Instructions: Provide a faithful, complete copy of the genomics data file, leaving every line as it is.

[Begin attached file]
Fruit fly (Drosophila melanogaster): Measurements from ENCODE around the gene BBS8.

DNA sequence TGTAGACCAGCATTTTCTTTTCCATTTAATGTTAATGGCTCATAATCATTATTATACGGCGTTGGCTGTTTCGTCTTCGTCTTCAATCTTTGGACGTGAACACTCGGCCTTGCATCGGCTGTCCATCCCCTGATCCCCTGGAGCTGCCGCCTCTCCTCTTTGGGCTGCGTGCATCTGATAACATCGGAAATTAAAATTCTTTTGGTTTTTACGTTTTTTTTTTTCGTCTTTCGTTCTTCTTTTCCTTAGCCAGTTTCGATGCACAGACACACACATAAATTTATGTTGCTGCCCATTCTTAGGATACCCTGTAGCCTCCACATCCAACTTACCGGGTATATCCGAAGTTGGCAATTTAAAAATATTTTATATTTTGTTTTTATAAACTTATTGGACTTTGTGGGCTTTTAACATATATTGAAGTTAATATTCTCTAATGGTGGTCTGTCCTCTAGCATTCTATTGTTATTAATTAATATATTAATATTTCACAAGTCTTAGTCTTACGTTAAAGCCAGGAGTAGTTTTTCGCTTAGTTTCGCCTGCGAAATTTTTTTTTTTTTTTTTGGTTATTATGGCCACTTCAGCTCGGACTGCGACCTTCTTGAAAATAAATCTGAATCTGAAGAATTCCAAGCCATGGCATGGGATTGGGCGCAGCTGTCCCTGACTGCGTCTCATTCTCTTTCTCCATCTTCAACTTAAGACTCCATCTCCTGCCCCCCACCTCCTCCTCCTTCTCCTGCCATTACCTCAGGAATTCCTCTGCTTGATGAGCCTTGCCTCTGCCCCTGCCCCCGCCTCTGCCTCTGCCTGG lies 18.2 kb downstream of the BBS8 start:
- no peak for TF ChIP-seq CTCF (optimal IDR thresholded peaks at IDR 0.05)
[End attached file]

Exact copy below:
Fruit fly (Drosophila melanogaster): Measurements from ENCODE around the gene BBS8.

DNA sequence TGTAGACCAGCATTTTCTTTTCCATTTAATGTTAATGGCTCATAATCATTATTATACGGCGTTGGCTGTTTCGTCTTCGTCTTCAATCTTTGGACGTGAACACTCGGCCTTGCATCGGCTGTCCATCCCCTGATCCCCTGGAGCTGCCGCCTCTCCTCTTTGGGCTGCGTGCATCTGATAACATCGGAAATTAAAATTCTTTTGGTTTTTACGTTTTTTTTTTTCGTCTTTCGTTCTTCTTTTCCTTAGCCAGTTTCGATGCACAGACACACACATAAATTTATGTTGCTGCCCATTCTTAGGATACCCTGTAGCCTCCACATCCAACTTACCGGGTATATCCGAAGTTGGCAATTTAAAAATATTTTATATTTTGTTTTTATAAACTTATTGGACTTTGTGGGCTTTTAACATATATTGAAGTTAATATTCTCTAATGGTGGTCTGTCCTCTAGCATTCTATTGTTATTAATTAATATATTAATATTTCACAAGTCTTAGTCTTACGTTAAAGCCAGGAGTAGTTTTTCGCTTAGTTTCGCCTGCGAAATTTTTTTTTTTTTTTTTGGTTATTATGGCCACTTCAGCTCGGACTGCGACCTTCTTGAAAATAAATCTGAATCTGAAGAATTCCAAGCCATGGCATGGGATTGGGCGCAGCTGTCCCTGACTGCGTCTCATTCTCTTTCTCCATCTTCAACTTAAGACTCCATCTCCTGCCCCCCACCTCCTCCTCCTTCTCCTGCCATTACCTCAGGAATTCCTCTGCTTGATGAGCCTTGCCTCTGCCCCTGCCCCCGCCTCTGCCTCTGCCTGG lies 18.2 kb downstream of the BBS8 start:
- no peak for TF ChIP-seq CTCF (optimal IDR thresholded peaks at IDR 0.05)